I use the process of creating something new to draw residents and staff into the kitchen. They often stand to the side, watch and ask questions.
"I learn something new everyday," a senior resident said last month as she watched me roast two large red sweet peppers.
I had set the peppers over the gas flame about the time the 10 o'clock group session out of the group room. I then prepared a robust vinaigrette with the roasted peppers and served it with chef's salad for the lunch meal.
With the vinaigrette, I wanted to introduce an alternative to bottled dressings. It's my way of teaching the residents that there's more to salads than ranch dressing.
Once I draw a small crowd, I'll explain what I'm doing. The culinary lesson isn't limited to the preparation of one recipe. I fold several techniques into the discussion.
The simple process of charring the peppers concentrates flavor and caramelizes the natural sugars in the fruit. Once charred, the peppers -- either sweet or hot peppers -- can be used to flavor a variety of dishes.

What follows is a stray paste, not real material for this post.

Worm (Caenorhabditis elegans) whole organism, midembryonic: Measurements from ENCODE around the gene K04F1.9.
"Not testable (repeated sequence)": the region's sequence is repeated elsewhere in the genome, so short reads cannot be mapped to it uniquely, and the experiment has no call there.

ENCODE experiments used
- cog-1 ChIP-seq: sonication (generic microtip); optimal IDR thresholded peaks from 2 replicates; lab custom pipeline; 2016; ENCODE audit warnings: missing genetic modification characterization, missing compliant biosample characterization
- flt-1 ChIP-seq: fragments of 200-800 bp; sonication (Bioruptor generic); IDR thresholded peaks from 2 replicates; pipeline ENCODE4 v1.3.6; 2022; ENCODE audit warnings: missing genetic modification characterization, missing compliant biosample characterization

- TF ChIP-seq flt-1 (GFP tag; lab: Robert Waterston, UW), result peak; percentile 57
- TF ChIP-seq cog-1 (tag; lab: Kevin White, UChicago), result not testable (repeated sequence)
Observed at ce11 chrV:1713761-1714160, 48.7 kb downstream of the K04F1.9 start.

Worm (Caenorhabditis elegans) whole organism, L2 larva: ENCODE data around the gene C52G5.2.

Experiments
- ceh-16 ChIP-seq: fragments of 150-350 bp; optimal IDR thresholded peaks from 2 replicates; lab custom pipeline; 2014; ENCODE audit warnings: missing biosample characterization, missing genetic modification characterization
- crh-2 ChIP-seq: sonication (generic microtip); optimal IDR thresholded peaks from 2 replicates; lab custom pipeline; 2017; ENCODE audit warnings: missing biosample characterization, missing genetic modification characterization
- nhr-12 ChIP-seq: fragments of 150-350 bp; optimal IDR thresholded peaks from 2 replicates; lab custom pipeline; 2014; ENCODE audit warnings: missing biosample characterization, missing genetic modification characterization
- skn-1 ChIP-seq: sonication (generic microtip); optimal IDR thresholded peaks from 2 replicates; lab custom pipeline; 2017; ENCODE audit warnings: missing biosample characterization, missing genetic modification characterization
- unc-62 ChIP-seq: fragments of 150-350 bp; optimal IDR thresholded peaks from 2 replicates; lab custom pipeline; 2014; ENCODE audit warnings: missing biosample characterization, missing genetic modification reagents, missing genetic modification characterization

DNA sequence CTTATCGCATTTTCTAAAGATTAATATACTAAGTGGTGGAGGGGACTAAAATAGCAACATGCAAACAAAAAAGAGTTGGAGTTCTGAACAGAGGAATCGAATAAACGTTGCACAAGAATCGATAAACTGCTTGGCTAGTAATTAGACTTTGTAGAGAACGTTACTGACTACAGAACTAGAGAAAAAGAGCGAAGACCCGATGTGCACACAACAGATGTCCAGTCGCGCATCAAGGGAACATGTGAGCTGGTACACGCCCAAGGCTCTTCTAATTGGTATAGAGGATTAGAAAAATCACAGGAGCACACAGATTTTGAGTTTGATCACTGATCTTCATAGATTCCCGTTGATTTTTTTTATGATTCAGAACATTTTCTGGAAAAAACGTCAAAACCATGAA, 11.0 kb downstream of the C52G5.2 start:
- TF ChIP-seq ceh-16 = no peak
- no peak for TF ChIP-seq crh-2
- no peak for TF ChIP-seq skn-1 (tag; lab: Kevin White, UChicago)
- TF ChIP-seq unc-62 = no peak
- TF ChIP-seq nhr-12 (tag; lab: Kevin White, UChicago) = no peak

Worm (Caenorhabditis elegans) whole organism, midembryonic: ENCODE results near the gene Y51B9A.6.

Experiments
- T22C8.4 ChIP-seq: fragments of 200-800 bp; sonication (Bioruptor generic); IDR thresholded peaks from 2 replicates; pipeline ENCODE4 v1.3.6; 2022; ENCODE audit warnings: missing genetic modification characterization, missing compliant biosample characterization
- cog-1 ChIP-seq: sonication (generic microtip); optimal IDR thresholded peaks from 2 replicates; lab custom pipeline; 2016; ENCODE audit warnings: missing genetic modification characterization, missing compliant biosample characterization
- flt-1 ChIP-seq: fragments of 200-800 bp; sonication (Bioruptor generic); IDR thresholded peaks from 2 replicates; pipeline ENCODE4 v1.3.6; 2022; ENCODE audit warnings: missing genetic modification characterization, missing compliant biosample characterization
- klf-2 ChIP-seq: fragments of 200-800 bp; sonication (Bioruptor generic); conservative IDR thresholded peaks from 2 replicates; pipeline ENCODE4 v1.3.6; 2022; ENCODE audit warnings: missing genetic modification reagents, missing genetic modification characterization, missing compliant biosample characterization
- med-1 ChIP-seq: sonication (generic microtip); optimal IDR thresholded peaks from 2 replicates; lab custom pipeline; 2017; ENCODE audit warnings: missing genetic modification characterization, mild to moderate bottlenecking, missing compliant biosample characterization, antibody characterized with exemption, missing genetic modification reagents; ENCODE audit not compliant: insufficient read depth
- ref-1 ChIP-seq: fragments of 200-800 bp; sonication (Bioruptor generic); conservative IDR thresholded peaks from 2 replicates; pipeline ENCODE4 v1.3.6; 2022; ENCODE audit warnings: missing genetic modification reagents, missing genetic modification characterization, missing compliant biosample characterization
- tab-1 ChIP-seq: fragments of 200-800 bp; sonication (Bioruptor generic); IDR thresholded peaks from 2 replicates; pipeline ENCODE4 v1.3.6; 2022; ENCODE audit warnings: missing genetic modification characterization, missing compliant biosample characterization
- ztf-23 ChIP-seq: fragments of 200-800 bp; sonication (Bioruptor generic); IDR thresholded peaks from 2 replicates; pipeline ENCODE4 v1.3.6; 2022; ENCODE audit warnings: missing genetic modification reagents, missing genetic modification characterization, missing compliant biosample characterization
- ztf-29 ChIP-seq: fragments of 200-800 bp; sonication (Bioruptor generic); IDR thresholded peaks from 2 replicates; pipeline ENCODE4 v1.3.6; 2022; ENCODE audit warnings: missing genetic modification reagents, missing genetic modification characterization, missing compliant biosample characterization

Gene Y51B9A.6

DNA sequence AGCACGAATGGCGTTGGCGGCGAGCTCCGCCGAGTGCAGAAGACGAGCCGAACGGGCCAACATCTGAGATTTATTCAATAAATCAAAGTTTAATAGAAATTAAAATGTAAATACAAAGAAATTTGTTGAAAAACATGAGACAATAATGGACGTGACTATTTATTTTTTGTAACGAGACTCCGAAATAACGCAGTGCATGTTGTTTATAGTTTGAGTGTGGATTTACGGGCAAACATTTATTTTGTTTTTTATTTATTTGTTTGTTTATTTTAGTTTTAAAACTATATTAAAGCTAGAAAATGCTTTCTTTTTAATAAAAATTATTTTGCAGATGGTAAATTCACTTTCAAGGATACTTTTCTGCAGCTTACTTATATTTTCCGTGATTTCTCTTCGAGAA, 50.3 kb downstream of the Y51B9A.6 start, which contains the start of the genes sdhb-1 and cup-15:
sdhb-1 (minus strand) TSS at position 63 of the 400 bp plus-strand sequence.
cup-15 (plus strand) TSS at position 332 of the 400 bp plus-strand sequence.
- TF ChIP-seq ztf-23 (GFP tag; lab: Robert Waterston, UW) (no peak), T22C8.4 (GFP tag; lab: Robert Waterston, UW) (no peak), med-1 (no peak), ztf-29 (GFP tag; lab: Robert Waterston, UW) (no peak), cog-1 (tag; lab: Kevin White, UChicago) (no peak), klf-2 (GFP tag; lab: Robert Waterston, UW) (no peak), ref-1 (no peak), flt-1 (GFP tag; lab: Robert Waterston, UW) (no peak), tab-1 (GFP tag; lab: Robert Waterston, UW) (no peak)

Endless options abound, I explained. Poblano chili peppers can be roasted, stuffed, breaded and fried for chili rellenos. For a smoky salsa, roast serrano or jalapeno chili peppers. And don't forget the roasted red peppers.
After I whirled the vinaigrette in the blender, I let each participant taste it. I explained that it's important to get their feedback.
Is it too sweet? Bitter? Sharp? A simple taste-test brings feedback. We'll discuss what can be done to adjust the flavor of the vinaigrette if it's needed.
The simple process of cooking something new can open the eyes of those around you to new dishes. And you may teach something new to a budding cook.
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